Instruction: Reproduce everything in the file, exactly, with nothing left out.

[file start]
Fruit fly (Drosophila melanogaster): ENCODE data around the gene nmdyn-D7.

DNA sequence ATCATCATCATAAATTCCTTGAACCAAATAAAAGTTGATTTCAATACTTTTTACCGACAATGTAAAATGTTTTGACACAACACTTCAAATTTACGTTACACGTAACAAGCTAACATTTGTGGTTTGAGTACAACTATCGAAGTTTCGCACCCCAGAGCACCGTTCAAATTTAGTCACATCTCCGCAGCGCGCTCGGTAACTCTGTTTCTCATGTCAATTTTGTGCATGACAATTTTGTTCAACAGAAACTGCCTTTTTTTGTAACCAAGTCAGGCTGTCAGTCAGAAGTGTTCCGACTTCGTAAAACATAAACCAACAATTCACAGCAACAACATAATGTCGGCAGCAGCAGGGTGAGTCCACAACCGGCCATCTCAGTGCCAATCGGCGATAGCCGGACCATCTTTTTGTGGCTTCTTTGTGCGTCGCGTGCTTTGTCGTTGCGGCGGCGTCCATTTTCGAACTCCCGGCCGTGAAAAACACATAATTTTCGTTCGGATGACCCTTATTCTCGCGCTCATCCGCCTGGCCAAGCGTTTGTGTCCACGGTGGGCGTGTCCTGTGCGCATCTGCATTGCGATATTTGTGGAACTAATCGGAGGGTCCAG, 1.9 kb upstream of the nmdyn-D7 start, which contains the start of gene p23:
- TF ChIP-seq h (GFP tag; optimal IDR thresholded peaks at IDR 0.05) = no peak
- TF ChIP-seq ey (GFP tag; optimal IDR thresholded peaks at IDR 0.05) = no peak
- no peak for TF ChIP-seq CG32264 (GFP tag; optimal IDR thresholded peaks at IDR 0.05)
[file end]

Fruit fly (Drosophila melanogaster): ENCODE data around the gene nmdyn-D7.

DNA sequence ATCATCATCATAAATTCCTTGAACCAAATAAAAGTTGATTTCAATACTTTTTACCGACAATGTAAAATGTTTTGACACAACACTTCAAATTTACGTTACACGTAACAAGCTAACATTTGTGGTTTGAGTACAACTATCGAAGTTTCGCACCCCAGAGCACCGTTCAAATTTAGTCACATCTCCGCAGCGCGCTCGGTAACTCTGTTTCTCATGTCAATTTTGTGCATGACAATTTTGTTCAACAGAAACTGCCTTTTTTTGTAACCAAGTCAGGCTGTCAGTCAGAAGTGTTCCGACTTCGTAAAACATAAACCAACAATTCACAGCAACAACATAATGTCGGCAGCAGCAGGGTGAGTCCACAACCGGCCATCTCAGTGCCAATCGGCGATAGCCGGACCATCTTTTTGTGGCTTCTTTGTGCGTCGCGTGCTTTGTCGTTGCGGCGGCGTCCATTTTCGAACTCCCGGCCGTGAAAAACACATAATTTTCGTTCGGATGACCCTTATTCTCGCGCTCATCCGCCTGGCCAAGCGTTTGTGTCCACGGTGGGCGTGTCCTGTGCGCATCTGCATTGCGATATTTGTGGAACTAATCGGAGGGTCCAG, 1.9 kb upstream of the nmdyn-D7 start, which contains the start of gene p23:
- TF ChIP-seq h (GFP tag; optimal IDR thresholded peaks at IDR 0.05) = no peak
- TF ChIP-seq ey (GFP tag; optimal IDR thresholded peaks at IDR 0.05) = no peak
- no peak for TF ChIP-seq CG32264 (GFP tag; optimal IDR thresholded peaks at IDR 0.05)